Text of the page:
Ljubljana – The centre-left opposition condemned on Friday PM Janez Janša’s response to the visit of a fact-finding mission of the European Parliament, in particular his tweets. These were labelled as harmful and detrimental to Slovenia’s international image. Matej Tonin, the head of the junior coalition New Slovenia (NSi), urged Janša to apologise.
In one of the tweets, which has since been deleted, Janša posted an image with the heading “13 of the 226 known Soros puppets in the EU parliament,” referring to the MEPs as puppets of Jewish Hungarian-born American billionaire George Soros.
One of the MEPs in the image was Sophie in ‘t Veld (Renew), who is currently on the fact-finding mission in Slovenia with the committee on civil liberties examining Slovenia’s compliance with rule of law and media freedom covenants.
Alenka Bratušek Party (SAB) secretary general Jernej Pavlič expressed indignation, announcing that the SAB would propose the coalition Modern Centre Party (SMC) be expelled from the Alliance of Liberals and Democrats for Europe (ALDE) group.
He said that this came after the SAB had helped the SMC join the European Parliament group, and that Thursday’s “attack on all leadership structures of ALDE, including the late president of ALDE Hans van Baalen” was the last straw.
Pavlič also noted that the latest developments came after many other problematic moves in the last year and a half, including the “destruction of the Slovenian Press Agency (STA) and the non-appointment of European delegated prosecutors”.
He added that the SMC’s “values, work, firm support for the current extreme-right government, non-response, failure to distance itself from the statements made by the prime minister are something the SAB cannot stand and watch any more”.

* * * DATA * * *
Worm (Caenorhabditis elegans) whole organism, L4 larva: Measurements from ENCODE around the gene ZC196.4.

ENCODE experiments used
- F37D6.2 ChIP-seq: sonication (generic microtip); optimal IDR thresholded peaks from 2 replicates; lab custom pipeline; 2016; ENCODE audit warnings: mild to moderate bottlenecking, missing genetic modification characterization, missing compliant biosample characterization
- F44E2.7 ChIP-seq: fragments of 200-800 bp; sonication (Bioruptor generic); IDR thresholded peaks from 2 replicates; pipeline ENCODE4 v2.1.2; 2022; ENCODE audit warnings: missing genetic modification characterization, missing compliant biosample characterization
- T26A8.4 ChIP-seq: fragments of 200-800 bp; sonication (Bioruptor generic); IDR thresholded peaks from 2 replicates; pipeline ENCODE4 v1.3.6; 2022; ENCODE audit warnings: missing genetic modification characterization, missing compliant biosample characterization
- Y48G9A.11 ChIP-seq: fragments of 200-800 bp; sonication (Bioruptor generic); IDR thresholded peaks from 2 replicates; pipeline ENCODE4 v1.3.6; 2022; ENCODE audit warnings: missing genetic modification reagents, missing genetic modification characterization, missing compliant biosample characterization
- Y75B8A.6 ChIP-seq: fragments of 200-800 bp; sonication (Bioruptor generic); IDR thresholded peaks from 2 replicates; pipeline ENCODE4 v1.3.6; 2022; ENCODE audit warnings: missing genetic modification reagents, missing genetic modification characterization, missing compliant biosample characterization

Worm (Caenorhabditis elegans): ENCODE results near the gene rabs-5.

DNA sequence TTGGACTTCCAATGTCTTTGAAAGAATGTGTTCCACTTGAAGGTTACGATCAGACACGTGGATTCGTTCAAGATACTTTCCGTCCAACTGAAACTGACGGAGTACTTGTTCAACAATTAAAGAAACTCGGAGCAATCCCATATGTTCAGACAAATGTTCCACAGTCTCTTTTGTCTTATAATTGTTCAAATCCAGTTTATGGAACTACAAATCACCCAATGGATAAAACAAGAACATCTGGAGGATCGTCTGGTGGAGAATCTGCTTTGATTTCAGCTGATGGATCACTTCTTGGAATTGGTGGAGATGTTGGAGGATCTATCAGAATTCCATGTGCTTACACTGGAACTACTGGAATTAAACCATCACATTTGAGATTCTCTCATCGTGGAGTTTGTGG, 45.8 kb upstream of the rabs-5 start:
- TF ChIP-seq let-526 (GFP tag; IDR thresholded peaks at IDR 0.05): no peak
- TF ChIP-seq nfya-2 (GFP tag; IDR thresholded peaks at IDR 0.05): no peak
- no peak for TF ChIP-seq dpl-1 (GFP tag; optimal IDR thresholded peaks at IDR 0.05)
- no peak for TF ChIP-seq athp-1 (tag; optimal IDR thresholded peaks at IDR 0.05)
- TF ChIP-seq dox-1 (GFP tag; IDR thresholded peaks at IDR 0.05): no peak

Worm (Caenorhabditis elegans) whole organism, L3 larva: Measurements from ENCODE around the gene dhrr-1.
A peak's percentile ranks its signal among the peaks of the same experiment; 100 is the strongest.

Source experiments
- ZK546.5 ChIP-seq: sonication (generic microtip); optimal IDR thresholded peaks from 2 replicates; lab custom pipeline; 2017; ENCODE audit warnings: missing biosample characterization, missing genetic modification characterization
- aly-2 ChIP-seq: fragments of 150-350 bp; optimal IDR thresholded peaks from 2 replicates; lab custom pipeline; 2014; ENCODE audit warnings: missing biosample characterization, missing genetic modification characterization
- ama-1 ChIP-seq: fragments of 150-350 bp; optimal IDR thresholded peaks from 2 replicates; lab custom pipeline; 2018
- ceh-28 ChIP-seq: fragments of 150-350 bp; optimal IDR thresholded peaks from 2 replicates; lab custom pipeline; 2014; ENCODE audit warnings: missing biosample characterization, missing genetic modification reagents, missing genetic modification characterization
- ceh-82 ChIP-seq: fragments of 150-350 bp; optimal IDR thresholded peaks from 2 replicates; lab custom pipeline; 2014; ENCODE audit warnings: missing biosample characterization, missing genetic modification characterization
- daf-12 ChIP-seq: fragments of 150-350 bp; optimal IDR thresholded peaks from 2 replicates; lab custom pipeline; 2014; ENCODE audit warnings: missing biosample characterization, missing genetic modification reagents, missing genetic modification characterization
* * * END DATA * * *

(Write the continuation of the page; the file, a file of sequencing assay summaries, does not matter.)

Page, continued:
While the things are being escalated, this is not the sole fault of the ruling Democrats (SDS) and its leader Janez Janša, but also of the junior coalition SMC and New Slovenia (NSi) and all coalition supporters in parliament, Pavlič said.
SMC leader and Economy Minister Zdravko Počivalšek commented on Twitter about Janša’s tweets, saying: “I simply don’t understand certain statements, I see no need for them, I don’t support them and they seem harmful to our country’s reputation.”
However, the SAB believes that Počivalšek should call on Janša to apologise for the tweets. “We expect that they either distance themselves from that and apologise or exit the government,” Pavlič said about the SMC.
Brane Golubović, an MP of the Marjan Šarec List (LMŠ), said he was feeling uncomfortable over the prime minister’s “destroying the public reputation of Slovenia that has been built for 30 years”.
He added in a press statement that if the coalition partners, supporters of the government in the opposition and President Borut Pahor failed to realise that the prime minister was trying to gain absolute power, “then they are doomed”.
Golubović protested over President Pahor’s lack of response to this. “His moral obligation is to speak out in such cases, when our prime minister insults the prime minister of a fellow EU member state and MEPs.”